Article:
Apple computers have a prolific history in video editing, having long been the choice of professionals and hobbyists. When Apple switched to Intel processors in 2006, image processing and video editing on macOS became even more popular, creating a demand for professional solutions for video production. In the beginning, Apple Final Cut Pro was the most commonly used professional Non-Linear Editing (NLE) solution, but slowly other companies, such as Adobe, Autodesk, Magix, Corel and Blackmagic, introduced their video-editing software products. Today there are dozens of choices from companies actively releasing new features and updates to make video editing on macOS a smooth experience, allowing for the creation of everything from quirky TikTok videos by hobbyists to award-winning movie masterpieces by production houses and studios.
We spoke with Guido Meardi, CEO and Co-Founder of V-Nova to understand the benefits of LCEVC video compression and what these could mean for users across Broadcast, Media & Entertainment.
This narrative begins in 2006. One of the more forward-thinking European broadcasters began the search for a system to take their single national feed, that was funded through traditional ad break advertising, and produce just over 30 variants of this channel. Every channel (regional feed) would now include some regional advertising content, replacing the national advertising breaks at specific times of the day. Starfish Technologies was awarded the contract to design and supply this system. It was implemented using SDI based technology located at each of the regional distribution hubs, the majority of which were unmanned. This system worked well and generated a significant additional revenue stream, so the broadcaster requested an ‘upgrade’ to this system that would also enable local news bulletins and late changing schedules to be inserted into every regional feed. These requirements were best implemented by moving to a centralised architecture and building a complete regional channel system located at its main transmission centre. The first centralised Starfish Technologies system went live in 2009 and again proved reliable, commercially rewarding and with the significant benefit of providing viewers with locally relevant news content.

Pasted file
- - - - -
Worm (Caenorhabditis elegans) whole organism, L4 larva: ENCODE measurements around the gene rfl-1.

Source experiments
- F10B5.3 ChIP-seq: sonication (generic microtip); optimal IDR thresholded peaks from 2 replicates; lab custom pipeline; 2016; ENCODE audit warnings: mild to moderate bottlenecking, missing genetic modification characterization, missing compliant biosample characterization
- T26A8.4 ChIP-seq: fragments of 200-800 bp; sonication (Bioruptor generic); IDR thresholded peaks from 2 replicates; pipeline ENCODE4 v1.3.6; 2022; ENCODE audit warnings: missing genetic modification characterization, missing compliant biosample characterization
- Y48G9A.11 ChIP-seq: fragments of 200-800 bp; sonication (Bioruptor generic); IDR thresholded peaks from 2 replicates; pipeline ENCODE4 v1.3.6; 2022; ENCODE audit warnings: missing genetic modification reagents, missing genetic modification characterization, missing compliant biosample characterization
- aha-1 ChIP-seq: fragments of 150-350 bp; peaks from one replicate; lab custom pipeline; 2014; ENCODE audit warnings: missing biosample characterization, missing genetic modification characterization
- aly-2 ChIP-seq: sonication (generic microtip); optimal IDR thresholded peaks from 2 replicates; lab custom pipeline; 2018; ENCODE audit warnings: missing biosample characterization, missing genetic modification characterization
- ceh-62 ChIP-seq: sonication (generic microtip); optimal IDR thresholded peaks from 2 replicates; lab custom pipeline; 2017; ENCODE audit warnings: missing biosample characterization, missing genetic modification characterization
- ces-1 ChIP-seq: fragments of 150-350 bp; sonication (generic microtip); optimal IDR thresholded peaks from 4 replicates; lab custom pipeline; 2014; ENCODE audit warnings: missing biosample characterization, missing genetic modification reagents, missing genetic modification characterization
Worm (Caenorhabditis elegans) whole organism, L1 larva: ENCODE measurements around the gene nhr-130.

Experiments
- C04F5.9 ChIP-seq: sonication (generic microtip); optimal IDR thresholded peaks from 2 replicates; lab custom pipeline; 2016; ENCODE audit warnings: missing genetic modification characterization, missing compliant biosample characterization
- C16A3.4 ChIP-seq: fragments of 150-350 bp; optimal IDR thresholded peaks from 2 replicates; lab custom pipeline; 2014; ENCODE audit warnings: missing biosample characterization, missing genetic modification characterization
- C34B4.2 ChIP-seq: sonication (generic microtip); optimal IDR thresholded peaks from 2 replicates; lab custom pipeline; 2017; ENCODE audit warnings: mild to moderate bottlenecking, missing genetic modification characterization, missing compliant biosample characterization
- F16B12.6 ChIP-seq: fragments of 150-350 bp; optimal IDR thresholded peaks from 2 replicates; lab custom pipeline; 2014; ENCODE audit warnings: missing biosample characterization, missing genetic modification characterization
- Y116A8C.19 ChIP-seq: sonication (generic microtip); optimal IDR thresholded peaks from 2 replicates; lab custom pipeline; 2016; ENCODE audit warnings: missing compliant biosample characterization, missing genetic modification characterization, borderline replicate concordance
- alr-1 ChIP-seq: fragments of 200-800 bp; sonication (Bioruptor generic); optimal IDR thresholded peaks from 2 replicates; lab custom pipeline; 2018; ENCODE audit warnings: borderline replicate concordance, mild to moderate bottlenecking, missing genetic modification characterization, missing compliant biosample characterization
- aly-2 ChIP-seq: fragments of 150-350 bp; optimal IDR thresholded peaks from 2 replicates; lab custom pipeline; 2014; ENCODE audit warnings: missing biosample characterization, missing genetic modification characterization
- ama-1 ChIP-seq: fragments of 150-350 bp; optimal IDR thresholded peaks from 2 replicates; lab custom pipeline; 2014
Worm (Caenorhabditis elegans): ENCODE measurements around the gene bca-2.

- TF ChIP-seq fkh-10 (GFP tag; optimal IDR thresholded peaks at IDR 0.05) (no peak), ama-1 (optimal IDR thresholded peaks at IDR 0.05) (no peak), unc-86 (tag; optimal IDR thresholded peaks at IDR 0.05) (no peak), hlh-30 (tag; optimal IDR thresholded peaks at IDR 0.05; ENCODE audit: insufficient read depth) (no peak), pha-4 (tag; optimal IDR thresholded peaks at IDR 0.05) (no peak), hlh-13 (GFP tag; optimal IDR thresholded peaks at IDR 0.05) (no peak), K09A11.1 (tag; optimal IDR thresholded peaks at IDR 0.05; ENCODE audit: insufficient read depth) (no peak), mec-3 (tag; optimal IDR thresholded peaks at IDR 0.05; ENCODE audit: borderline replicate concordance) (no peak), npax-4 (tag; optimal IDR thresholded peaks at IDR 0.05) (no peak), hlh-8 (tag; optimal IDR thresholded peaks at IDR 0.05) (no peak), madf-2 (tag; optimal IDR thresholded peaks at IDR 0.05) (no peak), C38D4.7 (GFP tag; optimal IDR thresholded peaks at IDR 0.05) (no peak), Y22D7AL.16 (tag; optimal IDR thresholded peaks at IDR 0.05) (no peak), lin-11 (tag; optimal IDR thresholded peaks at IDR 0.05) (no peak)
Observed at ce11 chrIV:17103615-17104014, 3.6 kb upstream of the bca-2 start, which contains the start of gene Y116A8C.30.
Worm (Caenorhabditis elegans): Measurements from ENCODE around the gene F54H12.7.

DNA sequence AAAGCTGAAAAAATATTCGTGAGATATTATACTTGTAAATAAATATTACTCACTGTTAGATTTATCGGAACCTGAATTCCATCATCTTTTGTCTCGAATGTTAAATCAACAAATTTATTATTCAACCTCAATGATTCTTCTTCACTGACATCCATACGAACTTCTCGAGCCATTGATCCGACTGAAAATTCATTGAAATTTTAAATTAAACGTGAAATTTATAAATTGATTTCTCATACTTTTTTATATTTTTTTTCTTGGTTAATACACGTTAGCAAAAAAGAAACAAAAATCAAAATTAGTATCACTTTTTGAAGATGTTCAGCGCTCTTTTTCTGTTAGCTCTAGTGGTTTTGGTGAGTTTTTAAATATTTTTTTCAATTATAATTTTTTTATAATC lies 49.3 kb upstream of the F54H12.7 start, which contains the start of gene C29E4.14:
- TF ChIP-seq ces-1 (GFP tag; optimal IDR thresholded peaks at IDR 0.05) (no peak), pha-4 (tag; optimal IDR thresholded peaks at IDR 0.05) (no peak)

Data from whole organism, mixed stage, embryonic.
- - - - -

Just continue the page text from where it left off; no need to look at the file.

Over the last three decades, we’ve seen a shift from specialised units for various video and audio functions, to high performance hardware platforms which can be repurposed on-the-fly to support any AV processing, and now to virtualized media applications and microservices which can be spun up and deployed (and paid for) only when you need them.
The Monarch EDGE encoder and decoder pair powers remote and cloud-based productions by securely transporting high-quality live video across public Internet
In the media industry, conversations usually center on encoding, streaming, packaging and low latency. Put another way, it is all about delivering superior visual quality and high-fidelity audio with better compression. Amidst all the discussions on digital video workflows, file ingest is often ignored. For example, when is the last time anyone compared different file ingest tools? It is safe to say that file ingest is one of the most undervalued steps in video production workflows today.
Imagine a sponge or rather thousands of sponges to be transported over several kilometers. It would require several trucks to store and transport them all! Let's take all those sponges and squeeze them. If you look closely at the sponge, you will see that it has lots of holes in it, filled with air. When you squeeze it, you remove the air which is useless and the entire sponge takes up less space.
Over the last 20 years, the number of shared images and videos has considerably increased. In terms of resolution, we have moved from SD, HD to 4K - even 8K - and this is not about to stop. Higher frame rates, higher resolutions, more precision and higher dynamic range (HDR) imply a considerable increase in the amount of data to be transported on our networks. Bandwidth and storage are getting cheaper but this does not compensate the drastic increase of data to be transported or stored. Compression is therefore more than ever a fundamental step in distributing your video over the internet.
Every color pixel in a digital image is created through some combination of the three primary colors: red, green, and blue. Each primary color is often referred to as a "color channel" or "color component", and has a range of intensity values specified by its bit depth. The bit depth for each primary color is termed the "number of bits per channel", typically ranging from 8 to 16bits. The "bits per pixel" (bpp) refers to the sum of the "number of bits per color channel" i.e. the total number of bits required to code the color information of the pixel. An uncompressed RGB image with a bit depth of 8 bits per color will have 24 bpp or 24 bits per pixels (8 bits for the Red, 8 bits for the Green, 8 bits for the Blue)
Technology improves constantly, internet connections get better and faster, but in conjunction, video resolutions get higher and files exponentially bigger! Compression is more than ever a requirement to distribute your video. Over the last 20 years, resolution and frame rates have moved from SD (@24fps), to HD, then 4K (@60fps), now reaching 8K (@120fps) and will likely keep increasing. Thanks to all these improvements, we are entertained with better images and videos, and machine vision algorithms (AI, Analytics) can make better decisions. Higher frame rate, higher resolution, more bit per pixel (or precision) and higher dynamic range (HDR) imply a considerable increase in the amount of data to be transported, recorded and processed.